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I don’t fucking care if you like it | by maryann johanson

Arrietty (aka The Secret World of Arrietty) (review)

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The Secret World of Arrietty

I saw The Secret World of Arrietty last year, in the U.K., where the title was the simpler Arrietty and the voice cast was British and Irish (Mark Strong, Saoirse Ronan). I was not overly thrilled with it. It’s entirely possible that the U.S. version, with a U.S. voice cast (Will Arnett, Bridgit Mendler) — which I have not seen — would make me feel differently, but it’s hard to see how. While perfectly pleasant and an entirely suitable option for anyone looking to take small children to the movies, it is a disappointingly minor entry in the annals of Studio Ghibli, the renowned Japanese animation studio. A flat take on Mary Norton’s novel The Borrowers [Amazon U.S.] [Amazon Canada] [Amazon U.K.], about tiny humans who live secretly in symbiosis with normal-sized people, it pales next to Ghibli masterpieces such as Spirited Away and My Neighbor Totoro… partly because it fails to give any sort of Ghibli spin on a story that has been adapted to film so many times already. Hayao Miyazaki, the soul of Ghibli, did not direct (that’s down to Hiromasa Yonebayashi), but he did contribute to its screenplay, so the lack of a true Ghibli feel — or even a mildy Japanese vibe — is a mysterious letdown. The animation is lovely, and it’s always nice to see a story about an adventurous girl — here, teen borrower Arrietty Clock gets into trouble when her exploring reveals her to the human boy who lives above. But grownup fans of adventurous animation may well find their patience tried by something that feels entirely too familiar.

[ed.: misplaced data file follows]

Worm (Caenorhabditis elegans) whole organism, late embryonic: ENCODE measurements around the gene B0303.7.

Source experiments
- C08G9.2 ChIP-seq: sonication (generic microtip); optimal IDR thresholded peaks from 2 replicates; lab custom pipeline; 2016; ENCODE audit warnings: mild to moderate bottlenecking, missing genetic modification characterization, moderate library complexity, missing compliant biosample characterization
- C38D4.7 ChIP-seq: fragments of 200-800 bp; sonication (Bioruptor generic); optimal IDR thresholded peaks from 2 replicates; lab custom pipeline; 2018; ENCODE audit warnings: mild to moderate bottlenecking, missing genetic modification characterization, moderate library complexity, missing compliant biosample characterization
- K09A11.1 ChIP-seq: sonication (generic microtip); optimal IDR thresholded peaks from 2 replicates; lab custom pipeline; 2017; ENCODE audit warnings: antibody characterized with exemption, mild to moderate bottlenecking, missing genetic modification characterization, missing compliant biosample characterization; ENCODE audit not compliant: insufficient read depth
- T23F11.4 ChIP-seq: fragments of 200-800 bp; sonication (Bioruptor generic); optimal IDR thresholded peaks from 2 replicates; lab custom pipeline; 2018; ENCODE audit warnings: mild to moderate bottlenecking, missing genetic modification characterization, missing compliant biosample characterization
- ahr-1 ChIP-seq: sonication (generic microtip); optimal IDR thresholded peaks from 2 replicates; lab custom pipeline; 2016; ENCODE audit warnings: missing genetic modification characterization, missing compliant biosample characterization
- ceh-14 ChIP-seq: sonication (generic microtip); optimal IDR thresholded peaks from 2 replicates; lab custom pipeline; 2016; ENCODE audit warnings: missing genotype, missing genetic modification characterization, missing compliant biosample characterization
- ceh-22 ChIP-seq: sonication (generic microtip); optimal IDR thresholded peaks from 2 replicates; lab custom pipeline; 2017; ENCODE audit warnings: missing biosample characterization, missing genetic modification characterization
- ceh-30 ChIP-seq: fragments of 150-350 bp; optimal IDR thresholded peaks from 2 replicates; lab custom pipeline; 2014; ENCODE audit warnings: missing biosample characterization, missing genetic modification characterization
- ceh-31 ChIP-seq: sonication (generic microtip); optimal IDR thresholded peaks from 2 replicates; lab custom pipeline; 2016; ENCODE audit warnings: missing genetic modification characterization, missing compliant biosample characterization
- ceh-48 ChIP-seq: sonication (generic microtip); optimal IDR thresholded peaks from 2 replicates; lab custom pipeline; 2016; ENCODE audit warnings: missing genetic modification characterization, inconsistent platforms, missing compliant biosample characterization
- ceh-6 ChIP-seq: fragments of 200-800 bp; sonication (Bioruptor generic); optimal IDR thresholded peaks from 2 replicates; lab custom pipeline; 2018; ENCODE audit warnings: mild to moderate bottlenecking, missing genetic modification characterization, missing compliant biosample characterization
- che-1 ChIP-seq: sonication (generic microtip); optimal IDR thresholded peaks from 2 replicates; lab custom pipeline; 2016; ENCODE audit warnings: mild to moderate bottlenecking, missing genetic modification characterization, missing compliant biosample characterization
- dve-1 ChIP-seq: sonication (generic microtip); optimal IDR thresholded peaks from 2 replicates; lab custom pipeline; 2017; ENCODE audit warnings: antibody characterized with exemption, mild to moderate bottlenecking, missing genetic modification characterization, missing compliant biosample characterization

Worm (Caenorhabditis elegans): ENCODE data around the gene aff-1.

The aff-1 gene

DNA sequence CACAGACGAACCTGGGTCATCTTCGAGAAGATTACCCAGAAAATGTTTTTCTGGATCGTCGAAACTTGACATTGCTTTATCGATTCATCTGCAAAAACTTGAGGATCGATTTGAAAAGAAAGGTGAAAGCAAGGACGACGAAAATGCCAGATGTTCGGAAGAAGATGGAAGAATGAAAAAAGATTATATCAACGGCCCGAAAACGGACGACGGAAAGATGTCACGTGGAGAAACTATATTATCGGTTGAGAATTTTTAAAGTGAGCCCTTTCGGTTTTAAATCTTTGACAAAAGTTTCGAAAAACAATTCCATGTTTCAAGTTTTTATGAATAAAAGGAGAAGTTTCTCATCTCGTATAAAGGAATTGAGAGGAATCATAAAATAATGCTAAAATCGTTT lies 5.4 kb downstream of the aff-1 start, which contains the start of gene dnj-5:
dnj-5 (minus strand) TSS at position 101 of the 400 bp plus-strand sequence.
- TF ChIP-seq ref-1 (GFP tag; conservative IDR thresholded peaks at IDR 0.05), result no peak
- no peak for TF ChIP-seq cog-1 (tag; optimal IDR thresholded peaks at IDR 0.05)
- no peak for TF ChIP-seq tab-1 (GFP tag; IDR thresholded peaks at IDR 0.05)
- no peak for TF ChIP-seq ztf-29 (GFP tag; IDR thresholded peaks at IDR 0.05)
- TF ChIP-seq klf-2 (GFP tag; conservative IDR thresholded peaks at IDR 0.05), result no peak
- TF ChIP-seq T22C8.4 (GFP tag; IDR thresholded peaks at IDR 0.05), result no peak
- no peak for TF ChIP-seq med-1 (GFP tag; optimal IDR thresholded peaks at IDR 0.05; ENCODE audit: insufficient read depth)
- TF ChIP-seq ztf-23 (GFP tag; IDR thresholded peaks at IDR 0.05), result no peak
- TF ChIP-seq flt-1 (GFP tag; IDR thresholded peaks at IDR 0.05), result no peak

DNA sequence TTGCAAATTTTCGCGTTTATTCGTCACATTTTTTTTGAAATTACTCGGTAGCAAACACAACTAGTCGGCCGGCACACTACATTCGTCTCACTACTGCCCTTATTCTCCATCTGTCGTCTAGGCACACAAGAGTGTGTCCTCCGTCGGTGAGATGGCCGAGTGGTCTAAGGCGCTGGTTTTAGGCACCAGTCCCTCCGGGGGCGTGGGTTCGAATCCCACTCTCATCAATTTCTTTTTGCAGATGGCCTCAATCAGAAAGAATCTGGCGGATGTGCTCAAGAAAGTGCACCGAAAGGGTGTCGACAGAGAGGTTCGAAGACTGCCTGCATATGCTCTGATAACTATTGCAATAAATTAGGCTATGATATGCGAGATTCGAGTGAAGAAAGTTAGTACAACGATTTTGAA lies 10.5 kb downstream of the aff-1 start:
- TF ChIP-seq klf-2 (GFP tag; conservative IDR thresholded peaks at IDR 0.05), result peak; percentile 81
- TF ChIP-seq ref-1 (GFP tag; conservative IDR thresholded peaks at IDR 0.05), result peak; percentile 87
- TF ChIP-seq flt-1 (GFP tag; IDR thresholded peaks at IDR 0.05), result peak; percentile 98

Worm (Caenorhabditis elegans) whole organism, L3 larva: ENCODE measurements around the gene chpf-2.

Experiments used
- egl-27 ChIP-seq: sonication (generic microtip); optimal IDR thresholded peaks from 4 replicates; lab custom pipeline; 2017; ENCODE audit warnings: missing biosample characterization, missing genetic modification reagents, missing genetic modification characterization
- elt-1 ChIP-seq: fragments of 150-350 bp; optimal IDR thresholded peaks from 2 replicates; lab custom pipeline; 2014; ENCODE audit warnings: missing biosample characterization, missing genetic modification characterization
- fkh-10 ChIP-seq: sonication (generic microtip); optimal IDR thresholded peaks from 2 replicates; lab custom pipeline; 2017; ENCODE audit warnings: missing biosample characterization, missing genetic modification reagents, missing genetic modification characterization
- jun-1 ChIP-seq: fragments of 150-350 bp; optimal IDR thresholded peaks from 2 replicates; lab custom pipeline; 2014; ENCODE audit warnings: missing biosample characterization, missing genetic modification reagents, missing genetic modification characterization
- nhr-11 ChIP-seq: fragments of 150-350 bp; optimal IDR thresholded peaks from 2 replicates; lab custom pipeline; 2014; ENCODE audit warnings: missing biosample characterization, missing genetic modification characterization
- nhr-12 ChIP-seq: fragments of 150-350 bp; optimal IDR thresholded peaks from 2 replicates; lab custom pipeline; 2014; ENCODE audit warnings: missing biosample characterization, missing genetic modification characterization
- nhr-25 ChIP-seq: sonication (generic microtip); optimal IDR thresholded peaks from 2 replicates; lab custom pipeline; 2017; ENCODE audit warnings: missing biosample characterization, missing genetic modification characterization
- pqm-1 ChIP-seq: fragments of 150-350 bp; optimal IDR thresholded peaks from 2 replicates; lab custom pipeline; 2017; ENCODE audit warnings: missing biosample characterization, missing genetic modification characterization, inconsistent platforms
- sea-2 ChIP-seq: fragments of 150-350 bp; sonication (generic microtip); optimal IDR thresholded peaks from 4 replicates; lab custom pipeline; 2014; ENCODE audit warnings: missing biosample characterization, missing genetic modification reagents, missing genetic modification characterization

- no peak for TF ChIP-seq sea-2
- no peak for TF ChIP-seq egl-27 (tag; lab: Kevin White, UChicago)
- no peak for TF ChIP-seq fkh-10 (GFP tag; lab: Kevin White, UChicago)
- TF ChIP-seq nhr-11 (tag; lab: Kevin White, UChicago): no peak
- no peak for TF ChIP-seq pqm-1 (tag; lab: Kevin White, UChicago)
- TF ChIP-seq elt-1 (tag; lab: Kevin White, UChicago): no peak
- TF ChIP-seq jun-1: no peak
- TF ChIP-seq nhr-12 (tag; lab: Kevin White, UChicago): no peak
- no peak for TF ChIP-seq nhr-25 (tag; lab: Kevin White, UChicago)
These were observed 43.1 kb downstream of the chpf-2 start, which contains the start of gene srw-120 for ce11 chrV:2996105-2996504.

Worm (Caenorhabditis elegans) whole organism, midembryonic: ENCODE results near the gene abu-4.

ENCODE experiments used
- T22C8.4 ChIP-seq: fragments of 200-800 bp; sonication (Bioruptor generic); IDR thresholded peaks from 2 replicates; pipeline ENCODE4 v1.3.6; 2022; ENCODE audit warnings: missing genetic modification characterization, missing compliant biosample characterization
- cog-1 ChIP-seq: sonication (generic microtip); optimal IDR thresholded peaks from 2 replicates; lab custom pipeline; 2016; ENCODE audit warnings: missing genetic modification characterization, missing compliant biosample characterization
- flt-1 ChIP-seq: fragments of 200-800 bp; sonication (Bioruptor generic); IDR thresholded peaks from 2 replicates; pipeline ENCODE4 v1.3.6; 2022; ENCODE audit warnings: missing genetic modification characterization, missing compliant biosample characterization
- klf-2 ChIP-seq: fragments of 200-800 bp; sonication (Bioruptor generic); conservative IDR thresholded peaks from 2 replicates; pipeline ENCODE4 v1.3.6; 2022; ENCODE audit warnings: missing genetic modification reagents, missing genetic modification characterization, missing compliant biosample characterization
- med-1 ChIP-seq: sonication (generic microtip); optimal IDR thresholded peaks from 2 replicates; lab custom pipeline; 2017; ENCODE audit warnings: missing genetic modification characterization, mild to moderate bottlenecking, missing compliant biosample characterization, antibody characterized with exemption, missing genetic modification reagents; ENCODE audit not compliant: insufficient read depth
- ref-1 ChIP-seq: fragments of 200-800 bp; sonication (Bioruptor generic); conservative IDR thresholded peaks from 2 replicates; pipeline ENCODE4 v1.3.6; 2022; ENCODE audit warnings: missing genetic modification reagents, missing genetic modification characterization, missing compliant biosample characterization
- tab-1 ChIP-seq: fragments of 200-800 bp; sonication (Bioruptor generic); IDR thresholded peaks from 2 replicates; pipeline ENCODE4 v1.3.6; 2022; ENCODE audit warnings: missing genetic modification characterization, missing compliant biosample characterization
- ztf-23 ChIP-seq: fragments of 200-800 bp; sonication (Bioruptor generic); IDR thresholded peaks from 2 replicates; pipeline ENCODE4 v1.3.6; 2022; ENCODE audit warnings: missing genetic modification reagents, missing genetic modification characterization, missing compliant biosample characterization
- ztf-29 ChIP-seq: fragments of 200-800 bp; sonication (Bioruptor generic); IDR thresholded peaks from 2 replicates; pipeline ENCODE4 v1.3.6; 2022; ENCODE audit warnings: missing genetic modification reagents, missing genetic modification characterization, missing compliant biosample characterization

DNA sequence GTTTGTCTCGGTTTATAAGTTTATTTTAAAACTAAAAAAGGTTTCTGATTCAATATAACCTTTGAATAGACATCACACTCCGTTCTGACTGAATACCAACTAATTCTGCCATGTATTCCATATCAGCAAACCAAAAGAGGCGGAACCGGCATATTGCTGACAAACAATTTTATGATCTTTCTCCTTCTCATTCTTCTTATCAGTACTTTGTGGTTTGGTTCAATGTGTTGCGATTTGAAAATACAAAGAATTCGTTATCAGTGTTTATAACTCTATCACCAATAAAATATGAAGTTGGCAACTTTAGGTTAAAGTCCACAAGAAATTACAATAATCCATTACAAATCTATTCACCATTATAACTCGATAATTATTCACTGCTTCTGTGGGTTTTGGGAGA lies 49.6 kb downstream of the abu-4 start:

US/Canada release date: Feb 17 2012 | UK release date: Jul 29 2011

Flick Filosopher Real Rating: rated X for material xeroxed from numerous previous movies
MPAA: rated G
BBFC: rated U (contains no material likely to offend or harm)

viewed at a private screening with an audience of critics

official site | IMDb | trailer
more reviews: Movie Review Query Engine | Rotten Tomatoes
  • Josh Leitzel

    Maybe because of it’s absolutely fantastically deep characters and a plot that actually rewards repeated viewings?

  • Naviecuisine

    why isn’t your review of this on rottentomatoes?

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